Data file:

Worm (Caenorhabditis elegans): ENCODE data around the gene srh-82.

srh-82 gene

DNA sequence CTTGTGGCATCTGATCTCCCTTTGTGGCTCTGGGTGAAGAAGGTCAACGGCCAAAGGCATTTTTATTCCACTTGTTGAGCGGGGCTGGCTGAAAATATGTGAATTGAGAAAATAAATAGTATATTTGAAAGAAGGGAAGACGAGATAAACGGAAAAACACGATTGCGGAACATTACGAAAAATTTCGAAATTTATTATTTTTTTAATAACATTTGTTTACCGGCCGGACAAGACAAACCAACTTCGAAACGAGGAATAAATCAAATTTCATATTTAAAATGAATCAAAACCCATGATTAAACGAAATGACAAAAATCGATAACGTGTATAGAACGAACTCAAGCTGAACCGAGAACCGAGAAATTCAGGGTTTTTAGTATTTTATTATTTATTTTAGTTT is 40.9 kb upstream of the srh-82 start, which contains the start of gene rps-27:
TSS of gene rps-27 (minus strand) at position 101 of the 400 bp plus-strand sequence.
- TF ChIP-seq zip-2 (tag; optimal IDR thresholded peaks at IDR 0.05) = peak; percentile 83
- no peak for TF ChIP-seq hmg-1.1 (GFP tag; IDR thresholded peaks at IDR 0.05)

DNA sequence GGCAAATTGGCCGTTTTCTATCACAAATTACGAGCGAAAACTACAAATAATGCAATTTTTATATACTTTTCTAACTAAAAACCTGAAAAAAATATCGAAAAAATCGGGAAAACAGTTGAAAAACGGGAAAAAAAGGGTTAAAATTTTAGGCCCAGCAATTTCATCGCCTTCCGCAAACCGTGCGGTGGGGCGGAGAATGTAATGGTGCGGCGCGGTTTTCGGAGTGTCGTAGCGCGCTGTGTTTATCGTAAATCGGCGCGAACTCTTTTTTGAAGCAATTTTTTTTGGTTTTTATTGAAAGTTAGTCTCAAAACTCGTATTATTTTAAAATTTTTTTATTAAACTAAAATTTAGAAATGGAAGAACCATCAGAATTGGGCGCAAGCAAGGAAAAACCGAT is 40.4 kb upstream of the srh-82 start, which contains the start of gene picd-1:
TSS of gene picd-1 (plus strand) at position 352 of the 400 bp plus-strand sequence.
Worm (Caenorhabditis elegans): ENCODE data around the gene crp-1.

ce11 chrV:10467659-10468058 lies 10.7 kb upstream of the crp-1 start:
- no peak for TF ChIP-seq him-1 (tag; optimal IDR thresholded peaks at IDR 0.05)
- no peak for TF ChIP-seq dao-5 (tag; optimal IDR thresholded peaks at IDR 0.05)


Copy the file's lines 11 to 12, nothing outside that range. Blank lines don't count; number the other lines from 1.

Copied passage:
- no peak for TF ChIP-seq him-1 (tag; optimal IDR thresholded peaks at IDR 0.05)
- no peak for TF ChIP-seq dao-5 (tag; optimal IDR thresholded peaks at IDR 0.05)